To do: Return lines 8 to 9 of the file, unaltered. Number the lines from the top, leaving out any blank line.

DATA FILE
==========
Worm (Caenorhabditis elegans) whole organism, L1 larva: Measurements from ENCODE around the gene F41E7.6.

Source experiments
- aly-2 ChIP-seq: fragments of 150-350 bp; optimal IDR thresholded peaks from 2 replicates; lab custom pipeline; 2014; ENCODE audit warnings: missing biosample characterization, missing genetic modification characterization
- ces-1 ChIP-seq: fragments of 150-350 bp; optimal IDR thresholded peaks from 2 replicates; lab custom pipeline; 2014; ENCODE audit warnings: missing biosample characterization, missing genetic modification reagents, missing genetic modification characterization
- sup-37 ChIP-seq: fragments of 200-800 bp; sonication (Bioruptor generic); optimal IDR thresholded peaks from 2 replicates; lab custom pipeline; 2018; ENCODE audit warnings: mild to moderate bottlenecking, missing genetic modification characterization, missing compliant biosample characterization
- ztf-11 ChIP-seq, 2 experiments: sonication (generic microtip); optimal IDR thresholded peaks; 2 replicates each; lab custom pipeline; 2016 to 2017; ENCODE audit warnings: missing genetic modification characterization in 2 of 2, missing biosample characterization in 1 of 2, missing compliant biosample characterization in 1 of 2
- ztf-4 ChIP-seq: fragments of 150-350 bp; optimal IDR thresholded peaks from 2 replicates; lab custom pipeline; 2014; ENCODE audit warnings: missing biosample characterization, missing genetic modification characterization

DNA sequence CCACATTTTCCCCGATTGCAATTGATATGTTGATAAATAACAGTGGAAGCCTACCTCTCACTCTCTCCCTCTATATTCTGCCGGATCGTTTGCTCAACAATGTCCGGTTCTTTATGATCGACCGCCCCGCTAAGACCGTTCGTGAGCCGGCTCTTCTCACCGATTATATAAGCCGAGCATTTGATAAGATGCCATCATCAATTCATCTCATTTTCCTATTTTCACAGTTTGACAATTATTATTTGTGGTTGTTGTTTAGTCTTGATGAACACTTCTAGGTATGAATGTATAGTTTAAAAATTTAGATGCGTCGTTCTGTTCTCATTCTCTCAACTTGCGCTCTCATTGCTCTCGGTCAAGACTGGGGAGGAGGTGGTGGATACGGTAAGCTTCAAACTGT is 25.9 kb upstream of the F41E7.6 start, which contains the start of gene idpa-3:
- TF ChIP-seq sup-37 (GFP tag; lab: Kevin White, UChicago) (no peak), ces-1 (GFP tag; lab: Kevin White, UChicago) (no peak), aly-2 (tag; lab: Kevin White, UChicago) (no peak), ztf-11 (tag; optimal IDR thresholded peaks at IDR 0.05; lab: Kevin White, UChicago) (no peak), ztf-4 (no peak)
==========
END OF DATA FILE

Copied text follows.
DNA sequence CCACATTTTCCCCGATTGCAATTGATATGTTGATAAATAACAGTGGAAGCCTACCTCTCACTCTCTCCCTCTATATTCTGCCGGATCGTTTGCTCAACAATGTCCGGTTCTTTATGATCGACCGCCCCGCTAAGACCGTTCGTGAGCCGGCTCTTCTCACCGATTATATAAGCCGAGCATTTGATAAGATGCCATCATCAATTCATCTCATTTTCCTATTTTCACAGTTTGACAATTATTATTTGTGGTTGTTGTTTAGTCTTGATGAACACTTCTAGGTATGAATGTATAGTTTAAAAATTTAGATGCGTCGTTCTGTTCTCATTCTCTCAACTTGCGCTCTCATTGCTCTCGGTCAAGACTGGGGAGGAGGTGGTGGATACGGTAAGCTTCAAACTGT is 25.9 kb upstream of the F41E7.6 start, which contains the start of gene idpa-3:
- TF ChIP-seq sup-37 (GFP tag; lab: Kevin White, UChicago) (no peak), ces-1 (GFP tag; lab: Kevin White, UChicago) (no peak), aly-2 (tag; lab: Kevin White, UChicago) (no peak), ztf-11 (tag; optimal IDR thresholded peaks at IDR 0.05; lab: Kevin White, UChicago) (no peak), ztf-4 (no peak)